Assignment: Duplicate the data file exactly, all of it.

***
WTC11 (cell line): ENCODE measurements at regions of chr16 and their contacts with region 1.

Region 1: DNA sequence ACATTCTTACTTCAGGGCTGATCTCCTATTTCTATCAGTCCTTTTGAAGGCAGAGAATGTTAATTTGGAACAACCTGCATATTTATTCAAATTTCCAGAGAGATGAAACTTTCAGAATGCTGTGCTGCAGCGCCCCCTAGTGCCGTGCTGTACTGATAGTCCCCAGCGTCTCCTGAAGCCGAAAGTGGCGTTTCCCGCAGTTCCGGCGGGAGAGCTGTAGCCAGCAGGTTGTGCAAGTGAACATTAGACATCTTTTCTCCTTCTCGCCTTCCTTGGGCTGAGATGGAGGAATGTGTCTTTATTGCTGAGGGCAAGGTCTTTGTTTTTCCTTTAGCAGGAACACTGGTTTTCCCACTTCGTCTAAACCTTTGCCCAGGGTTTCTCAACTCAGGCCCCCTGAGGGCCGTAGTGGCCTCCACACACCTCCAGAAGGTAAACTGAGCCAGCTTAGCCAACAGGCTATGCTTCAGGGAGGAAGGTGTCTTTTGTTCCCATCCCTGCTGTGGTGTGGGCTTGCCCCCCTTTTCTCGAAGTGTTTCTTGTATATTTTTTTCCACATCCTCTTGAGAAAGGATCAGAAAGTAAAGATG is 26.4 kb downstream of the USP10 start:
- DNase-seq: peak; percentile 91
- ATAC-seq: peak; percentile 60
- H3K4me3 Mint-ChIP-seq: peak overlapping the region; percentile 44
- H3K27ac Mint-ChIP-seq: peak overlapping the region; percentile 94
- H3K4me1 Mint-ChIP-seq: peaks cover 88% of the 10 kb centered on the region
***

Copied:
WTC11 (cell line): ENCODE measurements at regions of chr16 and their contacts with region 1.

Region 1: DNA sequence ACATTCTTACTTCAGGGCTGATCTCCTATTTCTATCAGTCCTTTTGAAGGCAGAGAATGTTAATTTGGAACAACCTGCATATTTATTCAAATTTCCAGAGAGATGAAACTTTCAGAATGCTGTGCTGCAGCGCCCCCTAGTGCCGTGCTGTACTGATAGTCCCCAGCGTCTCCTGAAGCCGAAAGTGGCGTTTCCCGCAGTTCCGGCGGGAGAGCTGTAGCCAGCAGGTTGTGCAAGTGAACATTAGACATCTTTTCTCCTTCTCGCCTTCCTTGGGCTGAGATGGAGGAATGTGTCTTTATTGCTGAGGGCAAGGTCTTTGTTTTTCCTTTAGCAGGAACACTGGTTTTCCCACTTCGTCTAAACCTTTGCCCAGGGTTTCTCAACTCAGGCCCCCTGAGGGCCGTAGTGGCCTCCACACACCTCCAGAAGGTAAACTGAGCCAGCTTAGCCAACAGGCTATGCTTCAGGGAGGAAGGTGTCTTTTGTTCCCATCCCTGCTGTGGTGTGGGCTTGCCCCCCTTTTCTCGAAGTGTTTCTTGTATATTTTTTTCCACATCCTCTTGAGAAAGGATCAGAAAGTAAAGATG is 26.4 kb downstream of the USP10 start:
- DNase-seq: peak; percentile 91
- ATAC-seq: peak; percentile 60
- H3K4me3 Mint-ChIP-seq: peak overlapping the region; percentile 44
- H3K27ac Mint-ChIP-seq: peak overlapping the region; percentile 94
- H3K4me1 Mint-ChIP-seq: peaks cover 88% of the 10 kb centered on the region